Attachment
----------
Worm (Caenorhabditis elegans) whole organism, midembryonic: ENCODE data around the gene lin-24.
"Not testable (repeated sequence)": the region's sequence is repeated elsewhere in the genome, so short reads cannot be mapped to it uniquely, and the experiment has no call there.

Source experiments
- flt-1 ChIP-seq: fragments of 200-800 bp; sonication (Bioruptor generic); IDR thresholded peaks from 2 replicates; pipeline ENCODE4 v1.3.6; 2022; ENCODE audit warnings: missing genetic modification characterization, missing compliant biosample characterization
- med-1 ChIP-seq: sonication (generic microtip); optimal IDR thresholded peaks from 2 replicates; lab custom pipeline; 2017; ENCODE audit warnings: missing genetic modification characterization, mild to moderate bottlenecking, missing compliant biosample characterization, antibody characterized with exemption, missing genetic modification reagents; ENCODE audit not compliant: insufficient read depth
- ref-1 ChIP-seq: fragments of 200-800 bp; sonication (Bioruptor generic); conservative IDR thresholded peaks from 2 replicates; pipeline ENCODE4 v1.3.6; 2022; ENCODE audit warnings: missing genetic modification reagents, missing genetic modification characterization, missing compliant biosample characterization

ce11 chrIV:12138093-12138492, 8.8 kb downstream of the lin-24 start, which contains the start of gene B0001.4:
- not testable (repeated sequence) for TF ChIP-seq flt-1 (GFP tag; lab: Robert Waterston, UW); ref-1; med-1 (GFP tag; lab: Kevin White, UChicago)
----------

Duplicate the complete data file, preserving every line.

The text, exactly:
Worm (Caenorhabditis elegans) whole organism, midembryonic: ENCODE data around the gene lin-24.
"Not testable (repeated sequence)": the region's sequence is repeated elsewhere in the genome, so short reads cannot be mapped to it uniquely, and the experiment has no call there.

Source experiments
- flt-1 ChIP-seq: fragments of 200-800 bp; sonication (Bioruptor generic); IDR thresholded peaks from 2 replicates; pipeline ENCODE4 v1.3.6; 2022; ENCODE audit warnings: missing genetic modification characterization, missing compliant biosample characterization
- med-1 ChIP-seq: sonication (generic microtip); optimal IDR thresholded peaks from 2 replicates; lab custom pipeline; 2017; ENCODE audit warnings: missing genetic modification characterization, mild to moderate bottlenecking, missing compliant biosample characterization, antibody characterized with exemption, missing genetic modification reagents; ENCODE audit not compliant: insufficient read depth
- ref-1 ChIP-seq: fragments of 200-800 bp; sonication (Bioruptor generic); conservative IDR thresholded peaks from 2 replicates; pipeline ENCODE4 v1.3.6; 2022; ENCODE audit warnings: missing genetic modification reagents, missing genetic modification characterization, missing compliant biosample characterization

ce11 chrIV:12138093-12138492, 8.8 kb downstream of the lin-24 start, which contains the start of gene B0001.4:
- not testable (repeated sequence) for TF ChIP-seq flt-1 (GFP tag; lab: Robert Waterston, UW); ref-1; med-1 (GFP tag; lab: Kevin White, UChicago)